The first term we need to understand is “capital.” “Capital” for a bank is somewhat different from the way we generally understand the word in our day-to-day lives. We understand capital as money. But in a banking sense, it means that and more.
“Capital” in banking generally refers to a part of a bank’s assets that doesn’t need to be repaid. In a few exceptional cases, it may include a part of a bank’s assets that needs to be repaid far ahead in future.
Many times “capital” is also referred to as “reserve.” This is because it’s the amount a bank would have available in case things go wrong and it’s unable to make money from its routine operations (see image above).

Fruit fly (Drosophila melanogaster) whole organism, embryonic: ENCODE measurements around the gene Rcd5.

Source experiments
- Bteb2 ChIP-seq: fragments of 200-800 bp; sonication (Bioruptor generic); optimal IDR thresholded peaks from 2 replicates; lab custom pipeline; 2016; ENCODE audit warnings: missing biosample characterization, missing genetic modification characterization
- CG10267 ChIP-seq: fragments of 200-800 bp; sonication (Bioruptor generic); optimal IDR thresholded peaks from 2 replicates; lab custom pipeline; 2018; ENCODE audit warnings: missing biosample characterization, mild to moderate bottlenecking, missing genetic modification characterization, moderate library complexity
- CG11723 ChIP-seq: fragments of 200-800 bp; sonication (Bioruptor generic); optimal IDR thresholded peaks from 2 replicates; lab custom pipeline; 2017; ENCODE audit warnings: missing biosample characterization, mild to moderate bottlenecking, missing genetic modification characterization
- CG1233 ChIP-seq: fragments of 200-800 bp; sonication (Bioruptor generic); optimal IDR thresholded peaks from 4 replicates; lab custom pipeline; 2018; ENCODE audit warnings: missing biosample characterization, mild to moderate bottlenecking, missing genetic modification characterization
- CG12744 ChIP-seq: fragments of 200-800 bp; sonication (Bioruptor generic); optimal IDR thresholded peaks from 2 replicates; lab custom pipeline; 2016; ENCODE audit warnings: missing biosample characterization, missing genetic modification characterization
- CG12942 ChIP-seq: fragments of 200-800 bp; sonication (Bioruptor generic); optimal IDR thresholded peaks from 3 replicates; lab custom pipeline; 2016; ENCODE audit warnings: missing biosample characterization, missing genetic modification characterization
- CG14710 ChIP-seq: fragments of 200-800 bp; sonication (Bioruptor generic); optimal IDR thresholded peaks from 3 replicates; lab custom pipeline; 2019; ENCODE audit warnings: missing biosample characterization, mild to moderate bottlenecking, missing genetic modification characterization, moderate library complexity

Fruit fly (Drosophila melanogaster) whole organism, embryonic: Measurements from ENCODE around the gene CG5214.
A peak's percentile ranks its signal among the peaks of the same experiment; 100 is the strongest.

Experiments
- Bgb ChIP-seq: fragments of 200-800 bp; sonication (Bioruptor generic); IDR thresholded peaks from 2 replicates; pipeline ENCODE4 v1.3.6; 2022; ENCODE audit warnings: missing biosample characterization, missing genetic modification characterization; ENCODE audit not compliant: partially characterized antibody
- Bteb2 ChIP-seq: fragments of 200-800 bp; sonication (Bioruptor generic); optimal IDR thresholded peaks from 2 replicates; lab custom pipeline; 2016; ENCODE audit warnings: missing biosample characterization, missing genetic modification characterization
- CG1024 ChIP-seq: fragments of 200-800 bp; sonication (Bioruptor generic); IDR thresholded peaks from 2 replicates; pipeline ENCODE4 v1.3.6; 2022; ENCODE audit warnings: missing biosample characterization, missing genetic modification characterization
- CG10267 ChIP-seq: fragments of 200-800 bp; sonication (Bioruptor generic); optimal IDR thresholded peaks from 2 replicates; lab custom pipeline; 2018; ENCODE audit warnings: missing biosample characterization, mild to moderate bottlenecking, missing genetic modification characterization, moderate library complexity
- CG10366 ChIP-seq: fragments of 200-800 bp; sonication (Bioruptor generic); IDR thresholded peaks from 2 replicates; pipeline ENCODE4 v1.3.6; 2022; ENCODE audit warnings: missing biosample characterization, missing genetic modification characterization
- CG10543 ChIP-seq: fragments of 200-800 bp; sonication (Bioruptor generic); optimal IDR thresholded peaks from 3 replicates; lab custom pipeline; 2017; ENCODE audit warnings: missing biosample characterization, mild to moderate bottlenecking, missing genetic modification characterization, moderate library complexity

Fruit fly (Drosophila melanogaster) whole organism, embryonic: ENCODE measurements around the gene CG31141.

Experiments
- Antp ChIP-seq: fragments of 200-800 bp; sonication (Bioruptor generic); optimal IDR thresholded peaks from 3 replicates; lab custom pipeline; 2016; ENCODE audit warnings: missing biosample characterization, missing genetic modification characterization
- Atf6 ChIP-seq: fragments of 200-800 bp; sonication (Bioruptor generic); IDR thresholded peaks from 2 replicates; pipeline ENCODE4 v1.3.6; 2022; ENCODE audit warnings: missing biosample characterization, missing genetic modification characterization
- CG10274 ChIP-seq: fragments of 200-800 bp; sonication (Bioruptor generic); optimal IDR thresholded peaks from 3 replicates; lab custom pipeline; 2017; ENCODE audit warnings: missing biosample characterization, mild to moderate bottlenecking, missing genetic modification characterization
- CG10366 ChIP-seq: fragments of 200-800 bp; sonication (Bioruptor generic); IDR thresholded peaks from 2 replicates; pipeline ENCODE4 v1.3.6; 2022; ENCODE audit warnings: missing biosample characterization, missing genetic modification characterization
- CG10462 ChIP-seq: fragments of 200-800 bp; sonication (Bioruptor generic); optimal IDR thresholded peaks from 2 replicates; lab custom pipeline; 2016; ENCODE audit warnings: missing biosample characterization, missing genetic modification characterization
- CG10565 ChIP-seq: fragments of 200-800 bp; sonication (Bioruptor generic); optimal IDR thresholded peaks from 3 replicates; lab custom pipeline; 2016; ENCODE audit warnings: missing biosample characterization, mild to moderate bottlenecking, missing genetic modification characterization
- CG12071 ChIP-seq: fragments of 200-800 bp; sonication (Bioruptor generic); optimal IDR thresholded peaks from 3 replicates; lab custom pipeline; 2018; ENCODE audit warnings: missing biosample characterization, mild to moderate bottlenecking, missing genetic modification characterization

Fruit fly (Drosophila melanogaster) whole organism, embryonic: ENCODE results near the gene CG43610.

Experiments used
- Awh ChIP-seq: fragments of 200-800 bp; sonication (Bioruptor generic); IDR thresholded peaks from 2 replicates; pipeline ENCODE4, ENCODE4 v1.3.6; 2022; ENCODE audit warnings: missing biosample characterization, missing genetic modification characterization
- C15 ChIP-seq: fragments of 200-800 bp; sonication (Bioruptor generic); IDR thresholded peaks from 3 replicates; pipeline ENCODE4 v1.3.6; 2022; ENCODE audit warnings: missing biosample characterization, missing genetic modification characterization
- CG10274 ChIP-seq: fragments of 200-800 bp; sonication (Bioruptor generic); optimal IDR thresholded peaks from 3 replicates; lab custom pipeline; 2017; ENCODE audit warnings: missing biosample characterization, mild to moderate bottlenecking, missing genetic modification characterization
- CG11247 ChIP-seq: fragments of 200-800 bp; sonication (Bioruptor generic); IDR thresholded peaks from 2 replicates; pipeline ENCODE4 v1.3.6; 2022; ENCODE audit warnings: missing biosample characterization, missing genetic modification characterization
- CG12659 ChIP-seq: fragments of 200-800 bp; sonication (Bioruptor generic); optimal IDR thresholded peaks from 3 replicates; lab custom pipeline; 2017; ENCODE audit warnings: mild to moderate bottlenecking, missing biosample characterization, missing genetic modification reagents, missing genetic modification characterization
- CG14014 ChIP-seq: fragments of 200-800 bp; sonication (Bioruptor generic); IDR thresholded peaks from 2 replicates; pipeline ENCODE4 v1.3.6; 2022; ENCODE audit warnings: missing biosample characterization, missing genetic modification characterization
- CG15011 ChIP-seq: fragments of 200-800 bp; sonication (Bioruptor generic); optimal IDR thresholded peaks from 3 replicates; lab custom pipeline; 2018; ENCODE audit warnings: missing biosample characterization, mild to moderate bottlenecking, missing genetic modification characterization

Bank capital has three primary features:
- Bank capital does not need to be repaid
- No dividends or interest payments are due on bank capital
- The claim priority on bank capital in case of bankruptcy is low
Capital at all banks like JPMorgan (JPM), Goldman Sachs (GS), Morgan Stanley (MS), Wells Fargo (WFC), and other banks in an ETF like the Financial Select Sector SPDR Fund (XLF) have the same features.
In the next part of this series, we’ll look at the different types of capital a bank has. Keep reading to know more.